by Jess Clackum
Captain Miranda Gahn enlisted in the Army Reserve at the age of 17. She joined the ROTC in college and was commissioned as an MP in the Ohio National Guard upon graduation during which time she was deployed in support of Operation Noble Eagle, the post 9/11 mobilization of thousands of National Guard and reservists for the purpose of performing security missions on military installations, airports and other potential targets such as bridges, power plants and port facilities.
Upon return from deployment and having decided on a career with the Judge Advocate General (JAG) office, Gahn attended Capital University Law School in Columbus, Ohio. She'd had no intentions of becoming a pilot until her second year of law school when she was approached by an Aviation Officer with the Ohio National Guard who discussed with her the idea of branch transferring to Aviation and pursuing a military career as a Blackhawk helicopter pilot. The Aviation Officer was very candid about increasing the number of women in Ohio’s aviation community. Gahn was both surprised and flattered. She says, “I was flattered at the interest and reasoned that the opportunity to fly helicopters for the Army was probably an "opportunity of a lifetime", I figured I could always pursue JAG at a later date.”
Gahn applied for flight school with the mindset that if she was accepted it was meant to be and if not, she would simply continue pursuit of her law career. In summer 2009, she graduated from law school and passed the bar exam and in January 2010 she reported to flight school.
“Flight school was challenging! Some might argue that I just completed law school, that flight school should have been a breeze, but it presented different challenges. I am a type-A personality and wanted to be really good, but aviation and aerodynamics and mechanics and systems was just not something I was naturally good at, no real aptitude for it.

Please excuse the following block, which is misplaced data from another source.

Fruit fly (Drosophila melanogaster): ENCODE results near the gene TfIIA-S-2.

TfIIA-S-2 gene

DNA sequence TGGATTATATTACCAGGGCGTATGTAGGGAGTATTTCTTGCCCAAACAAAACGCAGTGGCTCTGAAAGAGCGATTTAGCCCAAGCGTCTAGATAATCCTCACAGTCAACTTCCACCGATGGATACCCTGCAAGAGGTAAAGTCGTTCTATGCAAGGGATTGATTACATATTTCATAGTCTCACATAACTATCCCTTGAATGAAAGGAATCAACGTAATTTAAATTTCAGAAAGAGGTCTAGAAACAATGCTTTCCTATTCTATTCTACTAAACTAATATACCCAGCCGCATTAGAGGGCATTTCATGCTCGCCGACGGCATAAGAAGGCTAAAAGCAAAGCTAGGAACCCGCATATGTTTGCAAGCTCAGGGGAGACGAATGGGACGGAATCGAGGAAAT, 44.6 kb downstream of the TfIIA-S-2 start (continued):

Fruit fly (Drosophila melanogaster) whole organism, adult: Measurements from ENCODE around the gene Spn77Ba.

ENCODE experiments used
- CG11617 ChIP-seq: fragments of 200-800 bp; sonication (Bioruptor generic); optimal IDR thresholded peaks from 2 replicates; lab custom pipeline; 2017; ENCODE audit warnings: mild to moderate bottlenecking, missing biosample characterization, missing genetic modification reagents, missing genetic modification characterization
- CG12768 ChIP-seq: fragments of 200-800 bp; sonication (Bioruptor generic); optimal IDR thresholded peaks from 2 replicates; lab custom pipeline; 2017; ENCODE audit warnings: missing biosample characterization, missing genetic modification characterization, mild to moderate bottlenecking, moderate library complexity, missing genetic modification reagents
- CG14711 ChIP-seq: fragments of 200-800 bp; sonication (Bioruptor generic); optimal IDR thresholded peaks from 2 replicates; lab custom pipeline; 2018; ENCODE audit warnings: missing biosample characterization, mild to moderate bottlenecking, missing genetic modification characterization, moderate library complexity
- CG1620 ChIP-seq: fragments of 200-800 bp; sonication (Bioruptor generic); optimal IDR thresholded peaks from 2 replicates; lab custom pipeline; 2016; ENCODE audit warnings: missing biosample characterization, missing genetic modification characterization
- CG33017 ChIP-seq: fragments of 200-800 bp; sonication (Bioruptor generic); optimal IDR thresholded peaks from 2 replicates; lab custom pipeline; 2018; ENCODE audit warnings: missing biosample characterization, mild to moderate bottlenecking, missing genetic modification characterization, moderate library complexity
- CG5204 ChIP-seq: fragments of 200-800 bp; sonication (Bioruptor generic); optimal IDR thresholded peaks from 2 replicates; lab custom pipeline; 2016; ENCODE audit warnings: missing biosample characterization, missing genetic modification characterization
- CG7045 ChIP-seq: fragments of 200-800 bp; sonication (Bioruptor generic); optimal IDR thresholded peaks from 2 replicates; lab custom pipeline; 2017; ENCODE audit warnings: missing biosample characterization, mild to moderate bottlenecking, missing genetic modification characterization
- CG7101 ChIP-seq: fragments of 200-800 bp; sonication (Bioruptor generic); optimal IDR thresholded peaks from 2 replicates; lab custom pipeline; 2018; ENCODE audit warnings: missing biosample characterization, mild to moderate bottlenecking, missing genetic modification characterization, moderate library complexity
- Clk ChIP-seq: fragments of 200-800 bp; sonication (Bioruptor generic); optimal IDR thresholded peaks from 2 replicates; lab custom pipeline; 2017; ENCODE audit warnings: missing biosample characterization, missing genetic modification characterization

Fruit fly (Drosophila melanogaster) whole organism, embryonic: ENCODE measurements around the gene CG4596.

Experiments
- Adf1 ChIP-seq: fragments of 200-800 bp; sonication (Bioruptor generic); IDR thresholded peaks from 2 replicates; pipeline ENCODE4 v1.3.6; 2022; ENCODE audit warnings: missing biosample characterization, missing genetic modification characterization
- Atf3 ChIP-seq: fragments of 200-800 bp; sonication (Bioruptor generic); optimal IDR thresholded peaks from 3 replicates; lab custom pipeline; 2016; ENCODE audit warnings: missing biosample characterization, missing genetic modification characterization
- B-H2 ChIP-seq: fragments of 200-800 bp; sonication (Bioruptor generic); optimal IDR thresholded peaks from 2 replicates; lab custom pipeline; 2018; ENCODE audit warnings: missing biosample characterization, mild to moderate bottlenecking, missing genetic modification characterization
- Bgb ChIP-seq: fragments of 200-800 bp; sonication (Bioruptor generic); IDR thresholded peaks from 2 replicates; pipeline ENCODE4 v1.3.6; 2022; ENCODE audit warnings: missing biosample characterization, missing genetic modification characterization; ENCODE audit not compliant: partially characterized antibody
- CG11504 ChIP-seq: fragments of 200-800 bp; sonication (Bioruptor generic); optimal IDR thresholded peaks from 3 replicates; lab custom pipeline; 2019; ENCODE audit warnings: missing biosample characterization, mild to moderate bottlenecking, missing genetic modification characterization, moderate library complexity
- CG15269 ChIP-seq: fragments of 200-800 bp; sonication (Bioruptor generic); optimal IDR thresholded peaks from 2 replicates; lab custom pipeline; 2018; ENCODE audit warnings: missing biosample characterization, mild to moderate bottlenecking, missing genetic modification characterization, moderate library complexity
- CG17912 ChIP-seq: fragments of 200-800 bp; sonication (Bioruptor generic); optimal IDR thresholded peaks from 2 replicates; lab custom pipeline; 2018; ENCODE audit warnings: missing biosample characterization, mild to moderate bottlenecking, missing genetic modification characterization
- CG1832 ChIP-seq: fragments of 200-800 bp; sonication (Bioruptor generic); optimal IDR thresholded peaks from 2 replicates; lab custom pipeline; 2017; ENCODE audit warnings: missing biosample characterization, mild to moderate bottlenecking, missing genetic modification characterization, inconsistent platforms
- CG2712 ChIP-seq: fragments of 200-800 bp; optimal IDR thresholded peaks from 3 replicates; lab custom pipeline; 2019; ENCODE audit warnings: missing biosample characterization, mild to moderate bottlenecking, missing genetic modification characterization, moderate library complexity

In addition to overcoming material that was mostly foreign to me, I was also the most senior ranking officer in my flight school class. I attended flight school later than most students...flight school for me in my military, was sort of mid-career, I already had a primary branch, MP, while most of the students were newly commissioned and this would be their first job in the military as officers, so they were in their early to mid 20s while I was in my late 20s.
Adding the additional responsibility of being the most senior ranking officer, while being a gender minority and working through unfamiliar material and being afraid that any weakness would be attributed to my gender made for a stressful year!”
Gahn met the challenges head-on and graduated from flight school in March 2011 and since that time she has enjoyed and treasured the opportunity to fly.
“I do feel like every step of the way has been challenging, but not without its rewards. Being a commissioned officer in Army aviation also means that you are a leader first, with your primary responsibility being the care and training of the soldiers you lead, being a proficient aviator is a very close second. The unit I belong to has been good to me, but at times I have felt as though my gender, and being a minority in that regard has made me an outsider. Currently I am the only female Blackhawk pilot in the state of Ohio and am the senior ranking female in the battalion.”
Captain Gahn recently returned from a Middle East deployment in support of Operation Inherent Resolve. She is an attorney and Business Program Manager supporting customer relations at GE Aviation, manufacturer of the T-700 engine used in the Blackhawk and Apache helicopters.
Of the WASP, Gahn says, “The women who served in the WASP, are extraordinary women, I'm deeply humbled by their bravery and inspired by their service. I am also thankful for the trail they blazed, making the seemingly impossible, possible, for so many other brave women. I'm not a role model and have never thought of myself as one, but maybe, just maybe, my story along with others might inspire other young women to burn a trail of their own, to set out to accomplish something they never thought possible...I know I never could have imagined in my wildest dreams that I'd be so lucky to fly Blackhawk helicopters for the Army!”
The FlyGirls team believes Captain Gahn is indeed a role model and we know she will inspire young women everywhere to follow in her footsteps!